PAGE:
One time I picked up the whole crab pot in the towboat prop. Got towed to a travel lift, took 3 of us standing on the ground to hand bend the re-bar weight/frame off the shaft.

Picking up the whole pot isn't common, but I hear it enough, it worries me more than just crab pot lines as most of the time I don't know I even have one till my annual hauling.

So.....it depends, but getting in the water while very dangerous some of the time is part of the process to be successful.
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Old 06-18-2017, 08:59 AM   #10
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I generally launch the dinghy and work from there with a knife on the end of a long boat hook. However, I never cut line until I have made a significant effort to simply get it off the wheel.
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Old 06-18-2017, 09:06 AM   #11
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I find I probably pick up pot lines on nasty days where you dont see them till the last moment.

Not really a lot of safe options....still toying with line cutters, stand alone or the one that comes imbedded with the zinc.

My hesitation is that a lot of divers have unwrapped lines from boats with cutters...makes me ponder.
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Old 06-18-2017, 09:23 AM   #12
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If nylon melts into a disc between prop and strut, it pretty much takes a hacksaw to get it. PITA. Especially in 50deg water with no wetsuit.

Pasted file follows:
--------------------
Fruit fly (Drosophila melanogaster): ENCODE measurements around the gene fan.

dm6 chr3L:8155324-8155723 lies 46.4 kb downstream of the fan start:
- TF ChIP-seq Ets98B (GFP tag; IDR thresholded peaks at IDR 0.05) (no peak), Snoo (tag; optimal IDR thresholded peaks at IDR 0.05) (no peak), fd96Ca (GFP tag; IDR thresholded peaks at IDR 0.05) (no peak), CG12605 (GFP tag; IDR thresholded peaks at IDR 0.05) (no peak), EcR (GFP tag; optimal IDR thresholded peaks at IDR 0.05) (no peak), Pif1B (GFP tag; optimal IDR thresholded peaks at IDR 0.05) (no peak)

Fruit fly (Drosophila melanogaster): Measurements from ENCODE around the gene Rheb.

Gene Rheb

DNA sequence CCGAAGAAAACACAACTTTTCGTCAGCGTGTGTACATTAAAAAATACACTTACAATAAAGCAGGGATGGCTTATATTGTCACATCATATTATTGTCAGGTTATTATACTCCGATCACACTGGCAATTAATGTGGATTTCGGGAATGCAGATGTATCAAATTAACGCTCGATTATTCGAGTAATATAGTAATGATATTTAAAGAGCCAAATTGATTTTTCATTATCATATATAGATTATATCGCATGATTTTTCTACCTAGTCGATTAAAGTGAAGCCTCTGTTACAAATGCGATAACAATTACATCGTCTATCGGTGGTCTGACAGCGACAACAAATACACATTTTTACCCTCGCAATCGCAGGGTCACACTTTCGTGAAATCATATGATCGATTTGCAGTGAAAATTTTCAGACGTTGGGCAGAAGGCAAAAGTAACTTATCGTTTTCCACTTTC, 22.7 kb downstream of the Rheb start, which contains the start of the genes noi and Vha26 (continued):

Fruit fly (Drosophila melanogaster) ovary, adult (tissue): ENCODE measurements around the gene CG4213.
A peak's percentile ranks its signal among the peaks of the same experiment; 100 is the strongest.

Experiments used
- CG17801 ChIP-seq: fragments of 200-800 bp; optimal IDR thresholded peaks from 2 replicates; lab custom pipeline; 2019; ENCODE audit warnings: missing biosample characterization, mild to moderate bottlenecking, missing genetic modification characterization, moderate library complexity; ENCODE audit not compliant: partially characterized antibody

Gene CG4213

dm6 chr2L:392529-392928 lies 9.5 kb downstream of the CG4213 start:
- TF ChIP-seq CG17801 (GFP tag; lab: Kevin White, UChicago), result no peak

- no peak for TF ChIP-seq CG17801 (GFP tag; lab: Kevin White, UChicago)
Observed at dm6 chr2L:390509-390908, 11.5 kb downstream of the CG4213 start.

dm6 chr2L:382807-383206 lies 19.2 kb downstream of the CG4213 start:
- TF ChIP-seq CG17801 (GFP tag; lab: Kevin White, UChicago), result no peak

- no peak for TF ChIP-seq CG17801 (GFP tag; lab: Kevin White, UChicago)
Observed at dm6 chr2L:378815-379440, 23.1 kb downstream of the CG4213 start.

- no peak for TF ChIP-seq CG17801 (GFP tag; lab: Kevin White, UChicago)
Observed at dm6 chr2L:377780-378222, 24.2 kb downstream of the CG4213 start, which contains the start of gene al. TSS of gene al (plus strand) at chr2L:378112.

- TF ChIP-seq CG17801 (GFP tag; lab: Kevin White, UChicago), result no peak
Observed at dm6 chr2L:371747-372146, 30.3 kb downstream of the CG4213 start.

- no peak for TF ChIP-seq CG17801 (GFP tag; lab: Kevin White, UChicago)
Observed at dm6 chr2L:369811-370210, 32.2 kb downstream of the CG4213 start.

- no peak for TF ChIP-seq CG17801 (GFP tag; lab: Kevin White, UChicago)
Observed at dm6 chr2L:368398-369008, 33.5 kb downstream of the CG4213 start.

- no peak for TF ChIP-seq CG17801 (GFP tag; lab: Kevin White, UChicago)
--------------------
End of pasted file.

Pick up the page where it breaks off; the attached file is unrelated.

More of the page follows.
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Old 06-18-2017, 09:25 AM   #13
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And old man lungs....
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Old 06-18-2017, 09:26 AM   #14
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I have shaft cutters but try to be very diligent about avoiding pots. Nevertheless last year I did pick up some line but never even realized it until I saw a small piece of line hanging under the stern. I was able to grab it with the boathook and while my wife pulled I tried rotating the shaft. In the end I needed to go in to get it off. I'm a good swimmer, had the equipment and we were in a harbor. It was about 6' of pot warp and it wasn't tightly wrapped. so it turned out to be easy to get off once I was under there. I have cut resistant gloves and this year I added a shorty wetsuit to my list of gear.

Did the cutters help? I think so. If I did in fact catch a pot I probably would have been stopped in the water. If you have the room between prop and strut there are several kinds that can be installed without removing the prop.

Since I frequent Maine waters I'm glad I have mine. Do I think they'll always work, no way, but I firmly believe they help a lot.

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Old 06-18-2017, 09:38 AM   #15
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I have picked up dozens of pot lines from NJ to Fl.

Not one has even ever caused a vibration.

And that has been in a variety of boats.

Even 1/2 inch docklines are usually cutup and shredded on the assistance boat to the ooint where it is run for days till I can jump in and cut tbem out.

Guess the could wrap a shaft tll stoppage, just never had one that bad. Sometimes had 2 or 3 line remnants on the shaft.